In the most interesting of the down-ticket races, Republican Josh Hawley, an MU law professor, will square off against Democrat Teresa Hensley, another former Cass County prosecutor, in the attorney general’s race. Given Hensley’s featured endorsement
by NARAL Pro-choice Missouri and Hawley’s staunch pro-life credentials, this race could likely turn ideological very quickly.
On the Kansas side, the media’s relentless pounding on Brownback and his fellow conservatives paid dividends. Indeed, even The New York Times was happy to weigh in. As The Times interpreted primary results, conservatives lost in 14 state legislative primary races “amid widespread angst about Kansas’s financial situation.”
The angst is real, much more real than the underlying issue. From 2011-2014, the years during which Brownback was purportedly “destroying” the Kansas economy, median income in the state grew at twice the national average. The Kansas unemployment rate in June 2016 was 3.8 percent. Only 10 states had a lower rate. Missouri, at 4.5 percent, was not among them.
As to the reason for the angst, The Times paraphrased State Sen. Greg Smith’s concern about “a lack of nuance in local news coverage.” Smith, a conservative who lost to moderate Republican Dinah Sykes, likely was more blunt in his appraisal. Smith noted too that many of the moderates “register as Republicans because they know that’s the only way they can win the office.”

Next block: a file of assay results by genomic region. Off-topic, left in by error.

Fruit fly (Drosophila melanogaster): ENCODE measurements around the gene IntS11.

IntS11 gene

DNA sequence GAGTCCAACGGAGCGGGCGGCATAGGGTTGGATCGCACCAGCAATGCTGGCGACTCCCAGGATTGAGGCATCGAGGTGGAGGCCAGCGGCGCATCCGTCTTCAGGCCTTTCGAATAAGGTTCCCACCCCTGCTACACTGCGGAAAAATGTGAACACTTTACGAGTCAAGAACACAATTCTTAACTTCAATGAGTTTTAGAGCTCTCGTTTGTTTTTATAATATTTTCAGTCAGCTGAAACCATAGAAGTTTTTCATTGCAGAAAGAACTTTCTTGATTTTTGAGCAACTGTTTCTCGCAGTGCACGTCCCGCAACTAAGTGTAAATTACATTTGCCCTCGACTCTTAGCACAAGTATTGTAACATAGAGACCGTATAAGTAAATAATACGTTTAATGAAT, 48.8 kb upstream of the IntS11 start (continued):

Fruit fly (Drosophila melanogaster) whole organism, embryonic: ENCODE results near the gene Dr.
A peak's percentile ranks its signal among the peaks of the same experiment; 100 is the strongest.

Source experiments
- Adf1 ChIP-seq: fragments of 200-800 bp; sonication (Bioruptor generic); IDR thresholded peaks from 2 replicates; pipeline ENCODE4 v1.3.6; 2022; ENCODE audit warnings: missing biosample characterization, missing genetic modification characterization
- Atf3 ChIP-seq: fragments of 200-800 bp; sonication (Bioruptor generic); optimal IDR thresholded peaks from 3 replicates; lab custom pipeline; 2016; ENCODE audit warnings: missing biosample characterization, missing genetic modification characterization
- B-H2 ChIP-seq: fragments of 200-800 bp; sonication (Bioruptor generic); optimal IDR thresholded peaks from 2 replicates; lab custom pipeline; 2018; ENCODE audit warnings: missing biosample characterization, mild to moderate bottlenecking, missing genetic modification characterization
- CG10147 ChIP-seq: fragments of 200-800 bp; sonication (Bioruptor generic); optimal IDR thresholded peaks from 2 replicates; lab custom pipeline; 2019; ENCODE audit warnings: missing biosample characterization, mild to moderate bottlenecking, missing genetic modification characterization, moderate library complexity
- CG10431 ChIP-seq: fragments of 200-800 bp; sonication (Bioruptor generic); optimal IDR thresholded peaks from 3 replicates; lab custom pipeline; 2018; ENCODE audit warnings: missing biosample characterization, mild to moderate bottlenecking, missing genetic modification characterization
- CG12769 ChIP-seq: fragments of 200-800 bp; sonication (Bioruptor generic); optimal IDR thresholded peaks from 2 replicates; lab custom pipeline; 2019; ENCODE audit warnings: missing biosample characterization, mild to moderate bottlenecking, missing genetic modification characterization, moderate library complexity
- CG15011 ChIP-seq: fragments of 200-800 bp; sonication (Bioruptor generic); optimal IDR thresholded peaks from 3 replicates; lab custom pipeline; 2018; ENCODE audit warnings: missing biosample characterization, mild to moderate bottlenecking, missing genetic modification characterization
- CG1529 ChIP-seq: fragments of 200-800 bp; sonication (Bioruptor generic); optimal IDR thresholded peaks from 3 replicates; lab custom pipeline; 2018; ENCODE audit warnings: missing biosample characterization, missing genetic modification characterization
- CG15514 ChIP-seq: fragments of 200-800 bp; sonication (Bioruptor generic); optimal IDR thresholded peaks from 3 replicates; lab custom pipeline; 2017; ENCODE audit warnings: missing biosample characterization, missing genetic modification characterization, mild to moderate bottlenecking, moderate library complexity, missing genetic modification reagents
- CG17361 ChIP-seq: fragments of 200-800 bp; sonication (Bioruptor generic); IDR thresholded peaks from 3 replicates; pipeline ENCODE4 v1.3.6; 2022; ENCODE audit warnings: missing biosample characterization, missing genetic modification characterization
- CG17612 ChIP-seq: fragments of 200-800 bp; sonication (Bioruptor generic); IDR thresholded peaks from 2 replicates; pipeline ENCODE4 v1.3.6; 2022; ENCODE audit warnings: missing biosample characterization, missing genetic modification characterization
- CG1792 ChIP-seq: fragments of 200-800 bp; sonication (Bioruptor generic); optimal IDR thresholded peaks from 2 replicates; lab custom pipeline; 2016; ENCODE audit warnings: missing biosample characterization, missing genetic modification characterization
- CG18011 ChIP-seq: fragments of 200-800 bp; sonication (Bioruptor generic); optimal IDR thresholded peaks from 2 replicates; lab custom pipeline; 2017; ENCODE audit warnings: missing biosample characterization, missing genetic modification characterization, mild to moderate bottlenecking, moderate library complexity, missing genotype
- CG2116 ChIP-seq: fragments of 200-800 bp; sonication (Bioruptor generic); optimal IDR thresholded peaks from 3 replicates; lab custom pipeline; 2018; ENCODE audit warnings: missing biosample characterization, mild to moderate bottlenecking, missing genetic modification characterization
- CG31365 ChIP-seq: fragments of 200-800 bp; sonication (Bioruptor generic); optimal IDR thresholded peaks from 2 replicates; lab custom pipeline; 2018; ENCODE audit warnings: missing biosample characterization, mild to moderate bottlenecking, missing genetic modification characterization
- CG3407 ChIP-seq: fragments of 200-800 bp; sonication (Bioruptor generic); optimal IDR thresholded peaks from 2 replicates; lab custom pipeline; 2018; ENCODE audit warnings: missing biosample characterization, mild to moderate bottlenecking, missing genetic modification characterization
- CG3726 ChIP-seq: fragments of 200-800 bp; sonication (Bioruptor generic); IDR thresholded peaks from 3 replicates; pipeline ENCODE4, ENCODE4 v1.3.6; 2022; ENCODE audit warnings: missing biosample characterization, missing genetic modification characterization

In a separate article, The Times quietly celebrated the defeat of three-term Congressman Tim Huelskamp in Kansas’s western 1st Congressional District. Huelskamp was undone by his principled resistance to former House Speaker John Boehner on a number of issues. To punish Huelskamp, Boehner removed him from the House Agricultural Committee, a demotion that cost him the support of Kansas’s powerful agricultural lobby.
The fact that Huelskamp was raised on a farm, received a Ph.D. in political science with a specialty in agriculture policy, and had adopted four children of various races earned him no points with the agricultural interests or the media.
The Times quoted a 1st District resident who voted for Roger Marshall, an obstetrician and political neophyte. “Getting kicked off the Agriculture Committee is a crime that can’t be forgiven,” said the voter tellingly, “I don’t mind the independent voice, but you’ve got to figure out how to work with people.”
Outside interest groups poured some $2.7 million into the race, most of that into Marshall’s coffers. He had the backing of the Kansas Farm Bureau, the Kansas Livestock Association, and the National Association of Wheat Growers, among others. Marshall has no Democratic challenger in the fall, and the state will likely retain its all-Republican congressional cast.
Nevertheless, the Huelskamp defeat sent principled conservatives a chilling message: If you buck the party establishment, corporate special interests may come after you, and the media will cheer your defeat.
Bottom line: Mr. Smith may indeed go to Washington—but he will not necessarily be welcome there.
Nothing in Patrick Weisner’s resume indicates that he’s a fan of Miguel Cervantes, or is ready for his next fitting of armor as Don Quixote. But the Democratic nominee for U.S. Senate in Kansas is tilting at perhaps the biggest windmill of all, lining up across from Republican incumbent Jerry Moran.
How big a task is that? Well, consider that, even though Weisner easily brushed aside challenger Monique Singh in the Democratic primary by a margin of nearly 2-1, his vote total was still only about one-fourth of what Moran picked up in breezing past D.J. Smith’s token opposition in the Republican race.